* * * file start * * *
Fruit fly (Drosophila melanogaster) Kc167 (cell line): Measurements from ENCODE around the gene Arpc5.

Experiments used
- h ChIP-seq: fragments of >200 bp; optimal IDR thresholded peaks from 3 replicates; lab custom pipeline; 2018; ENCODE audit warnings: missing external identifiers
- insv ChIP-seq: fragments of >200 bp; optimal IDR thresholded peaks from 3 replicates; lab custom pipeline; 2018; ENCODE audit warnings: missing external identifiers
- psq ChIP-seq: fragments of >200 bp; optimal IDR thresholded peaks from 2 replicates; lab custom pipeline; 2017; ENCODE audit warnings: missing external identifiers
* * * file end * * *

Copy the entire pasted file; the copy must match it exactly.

Fruit fly (Drosophila melanogaster) Kc167 (cell line): Measurements from ENCODE around the gene Arpc5.

Experiments used
- h ChIP-seq: fragments of >200 bp; optimal IDR thresholded peaks from 3 replicates; lab custom pipeline; 2018; ENCODE audit warnings: missing external identifiers
- insv ChIP-seq: fragments of >200 bp; optimal IDR thresholded peaks from 3 replicates; lab custom pipeline; 2018; ENCODE audit warnings: missing external identifiers
- psq ChIP-seq: fragments of >200 bp; optimal IDR thresholded peaks from 2 replicates; lab custom pipeline; 2017; ENCODE audit warnings: missing external identifiers